If moving to Windows 8 were solely a question of security, the answer would be yes – that’s how compelling the improvements are, experts say.
Security isn’t the only consideration, though, because businesses have to weigh other factors, and the decision is likely made based on input from different teams. In that case, “The security group should say, ‘We should do it,’” says Wolfgang Kandek, CTO of Qualys.
Other considerations – cost, training, application compatibility, etc. - will likely override, but the security benefits are unquestionable.
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Tops among the features he likes is the secure boot mechanisms Microsoft has put in place. Booting Windows 8 includes two kinds of protection against malware, secure boot and trusted boot. Secure boot uses the standardized unified extensible firmware interface (UEFI) to insure the operating system being booted hasn’t been corrupted. Trusted boot is a process that loads anti-malware before the operating system boots in order to head off malware that might try to disable it.
“The computer verifies the kernel is the one Microsoft signed,” he says, using a key in the BIOS to determine if the kernel has been tainted. “There is a perfect chain of custody, with every boot component digitally signed.”
Microsoft has also taken a page from the world of mobile phones and Apple’s iPad, Kandek says. In its Windows 8 ARM products – Windows RT – the company marries the operating system to the hardware. Then Microsoft all but forces users to run only applications that have been vetted by its Windows Store. “You know who put that app there, there’s a reference person,” he says. “It cuts down on the illegitimate software that might slip onto a machine.”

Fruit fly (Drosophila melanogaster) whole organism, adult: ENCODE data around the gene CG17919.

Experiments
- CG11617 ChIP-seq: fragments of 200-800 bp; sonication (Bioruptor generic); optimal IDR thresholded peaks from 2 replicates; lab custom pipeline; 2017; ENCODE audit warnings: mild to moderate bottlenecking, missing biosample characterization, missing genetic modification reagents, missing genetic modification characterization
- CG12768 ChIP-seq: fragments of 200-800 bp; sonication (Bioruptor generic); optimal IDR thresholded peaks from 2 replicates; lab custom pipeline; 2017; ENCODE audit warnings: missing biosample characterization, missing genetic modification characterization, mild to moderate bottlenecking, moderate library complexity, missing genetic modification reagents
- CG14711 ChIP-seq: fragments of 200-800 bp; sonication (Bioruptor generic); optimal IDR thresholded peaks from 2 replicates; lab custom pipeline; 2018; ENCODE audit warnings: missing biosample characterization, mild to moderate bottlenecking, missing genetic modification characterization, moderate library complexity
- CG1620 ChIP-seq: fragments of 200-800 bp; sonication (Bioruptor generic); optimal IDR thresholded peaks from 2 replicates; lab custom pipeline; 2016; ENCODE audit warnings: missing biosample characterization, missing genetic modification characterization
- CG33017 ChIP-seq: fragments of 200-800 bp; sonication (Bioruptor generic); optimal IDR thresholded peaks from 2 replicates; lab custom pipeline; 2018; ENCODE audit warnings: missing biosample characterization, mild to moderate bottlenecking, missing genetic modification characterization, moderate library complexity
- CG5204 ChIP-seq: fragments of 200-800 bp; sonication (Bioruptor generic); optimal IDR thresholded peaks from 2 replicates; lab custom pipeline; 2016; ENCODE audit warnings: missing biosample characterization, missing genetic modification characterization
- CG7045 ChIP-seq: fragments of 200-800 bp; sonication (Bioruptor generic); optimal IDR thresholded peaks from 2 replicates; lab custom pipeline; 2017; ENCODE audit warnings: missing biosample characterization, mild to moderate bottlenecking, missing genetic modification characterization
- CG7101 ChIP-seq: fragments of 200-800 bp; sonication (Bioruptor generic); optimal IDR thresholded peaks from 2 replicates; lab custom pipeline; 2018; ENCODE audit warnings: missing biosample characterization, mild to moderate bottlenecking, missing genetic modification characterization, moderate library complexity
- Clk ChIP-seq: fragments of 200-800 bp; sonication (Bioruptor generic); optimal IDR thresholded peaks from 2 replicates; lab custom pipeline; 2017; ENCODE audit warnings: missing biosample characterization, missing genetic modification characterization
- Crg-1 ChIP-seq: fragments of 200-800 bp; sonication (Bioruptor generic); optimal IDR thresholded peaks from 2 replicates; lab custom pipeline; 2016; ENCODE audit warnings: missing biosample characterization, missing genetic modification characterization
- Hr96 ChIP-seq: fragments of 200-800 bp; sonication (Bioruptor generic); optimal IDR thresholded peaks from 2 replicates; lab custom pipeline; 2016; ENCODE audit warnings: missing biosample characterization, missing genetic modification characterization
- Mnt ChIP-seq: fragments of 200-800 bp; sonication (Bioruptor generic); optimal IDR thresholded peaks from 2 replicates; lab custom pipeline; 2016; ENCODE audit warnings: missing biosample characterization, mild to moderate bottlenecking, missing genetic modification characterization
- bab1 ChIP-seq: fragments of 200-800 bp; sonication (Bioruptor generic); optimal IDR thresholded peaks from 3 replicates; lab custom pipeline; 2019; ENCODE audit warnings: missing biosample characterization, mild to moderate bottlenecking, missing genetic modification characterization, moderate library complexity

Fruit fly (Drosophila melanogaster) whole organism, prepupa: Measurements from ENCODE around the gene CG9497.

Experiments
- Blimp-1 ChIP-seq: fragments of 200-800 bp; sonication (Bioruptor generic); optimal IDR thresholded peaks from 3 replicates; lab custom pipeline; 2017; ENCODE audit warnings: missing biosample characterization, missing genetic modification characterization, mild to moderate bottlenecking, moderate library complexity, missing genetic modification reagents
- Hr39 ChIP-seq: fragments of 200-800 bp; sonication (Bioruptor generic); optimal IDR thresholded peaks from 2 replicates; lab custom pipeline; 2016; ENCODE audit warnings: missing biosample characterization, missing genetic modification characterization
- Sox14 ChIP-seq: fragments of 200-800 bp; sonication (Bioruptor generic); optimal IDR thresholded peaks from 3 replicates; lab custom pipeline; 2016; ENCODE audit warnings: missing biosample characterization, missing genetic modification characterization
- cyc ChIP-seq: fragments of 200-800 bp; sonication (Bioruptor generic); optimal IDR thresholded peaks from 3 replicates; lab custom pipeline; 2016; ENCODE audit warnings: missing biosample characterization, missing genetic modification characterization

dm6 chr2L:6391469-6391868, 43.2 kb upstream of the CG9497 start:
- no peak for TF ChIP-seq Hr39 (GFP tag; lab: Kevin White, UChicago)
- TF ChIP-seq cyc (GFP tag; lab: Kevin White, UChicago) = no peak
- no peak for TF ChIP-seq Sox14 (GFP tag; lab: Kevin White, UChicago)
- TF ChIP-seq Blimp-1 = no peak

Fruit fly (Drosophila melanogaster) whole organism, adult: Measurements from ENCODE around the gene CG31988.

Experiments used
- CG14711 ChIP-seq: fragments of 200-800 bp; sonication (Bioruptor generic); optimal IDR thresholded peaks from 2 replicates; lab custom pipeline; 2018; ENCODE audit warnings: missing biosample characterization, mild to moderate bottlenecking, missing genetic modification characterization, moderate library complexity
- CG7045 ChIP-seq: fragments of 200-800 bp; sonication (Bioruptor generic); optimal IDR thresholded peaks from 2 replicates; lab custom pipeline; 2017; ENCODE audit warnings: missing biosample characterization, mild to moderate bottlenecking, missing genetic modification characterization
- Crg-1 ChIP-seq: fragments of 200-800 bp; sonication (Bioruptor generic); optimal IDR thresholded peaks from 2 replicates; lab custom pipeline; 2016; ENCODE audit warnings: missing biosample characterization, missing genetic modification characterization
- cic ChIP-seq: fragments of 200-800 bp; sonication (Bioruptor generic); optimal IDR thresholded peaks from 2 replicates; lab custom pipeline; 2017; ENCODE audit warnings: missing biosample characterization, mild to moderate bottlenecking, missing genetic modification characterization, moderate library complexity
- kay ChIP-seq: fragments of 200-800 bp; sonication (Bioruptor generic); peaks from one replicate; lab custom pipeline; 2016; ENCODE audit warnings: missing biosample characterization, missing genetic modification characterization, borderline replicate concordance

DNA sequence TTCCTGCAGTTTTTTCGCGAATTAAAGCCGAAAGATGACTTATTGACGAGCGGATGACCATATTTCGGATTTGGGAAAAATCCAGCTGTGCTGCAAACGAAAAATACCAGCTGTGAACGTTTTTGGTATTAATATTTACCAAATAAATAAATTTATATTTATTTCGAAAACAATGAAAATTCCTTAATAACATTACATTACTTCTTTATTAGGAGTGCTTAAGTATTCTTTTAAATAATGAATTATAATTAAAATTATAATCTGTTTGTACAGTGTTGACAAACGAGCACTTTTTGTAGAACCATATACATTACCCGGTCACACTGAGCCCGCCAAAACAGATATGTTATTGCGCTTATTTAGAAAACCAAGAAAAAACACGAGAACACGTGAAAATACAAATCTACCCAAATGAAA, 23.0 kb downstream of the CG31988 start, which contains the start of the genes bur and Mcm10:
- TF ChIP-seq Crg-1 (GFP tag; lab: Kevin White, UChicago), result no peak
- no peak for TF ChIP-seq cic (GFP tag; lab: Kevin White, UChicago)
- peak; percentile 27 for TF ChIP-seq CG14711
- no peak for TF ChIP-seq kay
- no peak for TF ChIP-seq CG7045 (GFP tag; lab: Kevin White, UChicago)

Metro apps also run in a container so they lack direct access to the rest of the machine, a way to isolate any malware that might piggyback them, he says; applications - particularly rogue ones - can’t do whatever they want across the operating system.
The operating system also includes two options for restoring itself to a known clean state if it does become corrupted. First, without having to make a backup disk, users can reset the device to its factory settings. This purges user data, but it also gets rid of whatever corrupted it. A more thorough version of reset also overwrites data on the drive to make it more difficult to recover.
Windows 8 also includes a less drastic reset option called refresh. It restores factory defaults, but also retains personal settings. This option reinstalls applications, but only those Metro apps purchased from Windows Store. “The operating system goes to a known, good configuration,” Kandek says. “In general I like what they’ve done,” from a security standpoint, he says.
Paul Henry, security and forensic analyst at Lumension, says Internet Explorer 10, which comes with Windows 8, isolates each browser tab from the others, so whatever malicious software gets into one won’t affect others and perhaps jump out of the browser entirely.
Similarly, Metro applications that have been approved by Microsoft run in low-privilege containers so they don’t have access to more of the machine’s resources than they need to perform their stated functions, Henry says.
Like Kandek, Henry likes the secure boot process that takes advantage of authentication provided by trusted platform modules (TPM) in the system processor. The boot process shuts down if the kernel has been corrupted, and this TPM verification could be extended. For example if all applications can eventually be written to adopt TPM signing, users won’t have to worry so much about whether to trust applications; if their signatures are verified, they are safe to run.